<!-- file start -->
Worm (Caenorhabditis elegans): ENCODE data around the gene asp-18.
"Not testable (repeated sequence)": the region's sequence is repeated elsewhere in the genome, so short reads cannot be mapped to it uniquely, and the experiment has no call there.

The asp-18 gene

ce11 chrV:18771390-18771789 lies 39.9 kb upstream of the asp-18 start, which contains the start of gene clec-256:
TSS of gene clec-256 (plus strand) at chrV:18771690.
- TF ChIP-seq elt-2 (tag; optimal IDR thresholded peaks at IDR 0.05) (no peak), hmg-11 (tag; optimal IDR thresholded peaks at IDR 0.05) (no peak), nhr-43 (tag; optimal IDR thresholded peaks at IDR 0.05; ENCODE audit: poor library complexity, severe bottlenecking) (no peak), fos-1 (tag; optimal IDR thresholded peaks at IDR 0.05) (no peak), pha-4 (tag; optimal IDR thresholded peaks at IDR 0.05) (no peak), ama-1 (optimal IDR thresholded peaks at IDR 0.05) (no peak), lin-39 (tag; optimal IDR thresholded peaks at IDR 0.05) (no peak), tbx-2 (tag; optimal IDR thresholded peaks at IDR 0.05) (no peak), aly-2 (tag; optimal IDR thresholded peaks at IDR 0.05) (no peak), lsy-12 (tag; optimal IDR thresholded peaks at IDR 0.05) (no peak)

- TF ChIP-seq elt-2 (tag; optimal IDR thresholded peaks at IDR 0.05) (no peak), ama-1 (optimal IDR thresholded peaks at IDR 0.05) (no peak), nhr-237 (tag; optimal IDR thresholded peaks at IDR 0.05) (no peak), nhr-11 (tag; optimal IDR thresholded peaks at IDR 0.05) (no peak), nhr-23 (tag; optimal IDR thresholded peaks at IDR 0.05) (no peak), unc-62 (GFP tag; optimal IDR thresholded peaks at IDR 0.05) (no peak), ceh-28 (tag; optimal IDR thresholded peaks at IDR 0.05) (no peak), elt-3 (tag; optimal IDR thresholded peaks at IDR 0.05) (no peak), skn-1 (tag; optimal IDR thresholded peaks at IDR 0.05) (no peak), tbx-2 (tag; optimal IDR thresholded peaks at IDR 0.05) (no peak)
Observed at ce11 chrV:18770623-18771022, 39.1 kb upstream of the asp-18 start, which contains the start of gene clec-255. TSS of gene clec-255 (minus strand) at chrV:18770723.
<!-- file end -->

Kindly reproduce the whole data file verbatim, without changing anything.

Worm (Caenorhabditis elegans): ENCODE data around the gene asp-18.
"Not testable (repeated sequence)": the region's sequence is repeated elsewhere in the genome, so short reads cannot be mapped to it uniquely, and the experiment has no call there.

The asp-18 gene

ce11 chrV:18771390-18771789 lies 39.9 kb upstream of the asp-18 start, which contains the start of gene clec-256:
TSS of gene clec-256 (plus strand) at chrV:18771690.
- TF ChIP-seq elt-2 (tag; optimal IDR thresholded peaks at IDR 0.05) (no peak), hmg-11 (tag; optimal IDR thresholded peaks at IDR 0.05) (no peak), nhr-43 (tag; optimal IDR thresholded peaks at IDR 0.05; ENCODE audit: poor library complexity, severe bottlenecking) (no peak), fos-1 (tag; optimal IDR thresholded peaks at IDR 0.05) (no peak), pha-4 (tag; optimal IDR thresholded peaks at IDR 0.05) (no peak), ama-1 (optimal IDR thresholded peaks at IDR 0.05) (no peak), lin-39 (tag; optimal IDR thresholded peaks at IDR 0.05) (no peak), tbx-2 (tag; optimal IDR thresholded peaks at IDR 0.05) (no peak), aly-2 (tag; optimal IDR thresholded peaks at IDR 0.05) (no peak), lsy-12 (tag; optimal IDR thresholded peaks at IDR 0.05) (no peak)

- TF ChIP-seq elt-2 (tag; optimal IDR thresholded peaks at IDR 0.05) (no peak), ama-1 (optimal IDR thresholded peaks at IDR 0.05) (no peak), nhr-237 (tag; optimal IDR thresholded peaks at IDR 0.05) (no peak), nhr-11 (tag; optimal IDR thresholded peaks at IDR 0.05) (no peak), nhr-23 (tag; optimal IDR thresholded peaks at IDR 0.05) (no peak), unc-62 (GFP tag; optimal IDR thresholded peaks at IDR 0.05) (no peak), ceh-28 (tag; optimal IDR thresholded peaks at IDR 0.05) (no peak), elt-3 (tag; optimal IDR thresholded peaks at IDR 0.05) (no peak), skn-1 (tag; optimal IDR thresholded peaks at IDR 0.05) (no peak), tbx-2 (tag; optimal IDR thresholded peaks at IDR 0.05) (no peak)
Observed at ce11 chrV:18770623-18771022, 39.1 kb upstream of the asp-18 start, which contains the start of gene clec-255. TSS of gene clec-255 (minus strand) at chrV:18770723.